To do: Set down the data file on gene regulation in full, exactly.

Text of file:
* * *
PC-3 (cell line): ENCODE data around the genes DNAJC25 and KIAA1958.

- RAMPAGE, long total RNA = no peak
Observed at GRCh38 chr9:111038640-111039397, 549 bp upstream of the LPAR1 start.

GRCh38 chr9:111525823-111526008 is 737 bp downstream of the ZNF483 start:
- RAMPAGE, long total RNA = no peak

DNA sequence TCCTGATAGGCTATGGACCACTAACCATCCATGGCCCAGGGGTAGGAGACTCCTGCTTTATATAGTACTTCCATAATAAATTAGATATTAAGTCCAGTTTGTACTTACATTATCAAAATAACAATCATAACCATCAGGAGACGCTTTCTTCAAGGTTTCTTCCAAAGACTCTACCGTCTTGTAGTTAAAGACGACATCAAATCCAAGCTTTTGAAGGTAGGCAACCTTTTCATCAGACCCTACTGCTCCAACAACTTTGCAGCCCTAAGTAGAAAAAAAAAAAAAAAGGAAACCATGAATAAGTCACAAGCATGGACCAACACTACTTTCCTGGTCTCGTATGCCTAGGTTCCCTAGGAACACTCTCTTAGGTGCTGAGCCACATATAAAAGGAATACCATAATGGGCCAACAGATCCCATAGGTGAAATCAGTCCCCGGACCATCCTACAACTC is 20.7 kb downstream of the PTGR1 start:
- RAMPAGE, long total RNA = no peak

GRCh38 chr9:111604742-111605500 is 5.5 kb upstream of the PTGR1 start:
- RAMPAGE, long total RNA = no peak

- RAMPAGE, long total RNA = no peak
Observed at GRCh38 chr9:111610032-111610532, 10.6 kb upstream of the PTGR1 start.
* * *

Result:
PC-3 (cell line): ENCODE data around the genes DNAJC25 and KIAA1958.

- RAMPAGE, long total RNA = no peak
Observed at GRCh38 chr9:111038640-111039397, 549 bp upstream of the LPAR1 start.

GRCh38 chr9:111525823-111526008 is 737 bp downstream of the ZNF483 start:
- RAMPAGE, long total RNA = no peak

DNA sequence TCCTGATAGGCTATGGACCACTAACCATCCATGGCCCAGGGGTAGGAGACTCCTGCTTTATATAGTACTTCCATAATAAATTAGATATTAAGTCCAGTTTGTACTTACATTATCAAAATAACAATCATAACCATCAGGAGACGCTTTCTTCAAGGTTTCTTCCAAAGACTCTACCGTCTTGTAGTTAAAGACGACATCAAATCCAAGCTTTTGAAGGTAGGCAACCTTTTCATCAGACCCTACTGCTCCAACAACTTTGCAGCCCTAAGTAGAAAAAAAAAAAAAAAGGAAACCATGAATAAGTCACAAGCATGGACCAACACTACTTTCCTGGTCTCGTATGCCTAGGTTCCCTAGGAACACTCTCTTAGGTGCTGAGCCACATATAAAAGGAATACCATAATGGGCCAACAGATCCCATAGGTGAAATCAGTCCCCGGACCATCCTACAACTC is 20.7 kb downstream of the PTGR1 start:
- RAMPAGE, long total RNA = no peak

GRCh38 chr9:111604742-111605500 is 5.5 kb upstream of the PTGR1 start:
- RAMPAGE, long total RNA = no peak

- RAMPAGE, long total RNA = no peak
Observed at GRCh38 chr9:111610032-111610532, 10.6 kb upstream of the PTGR1 start.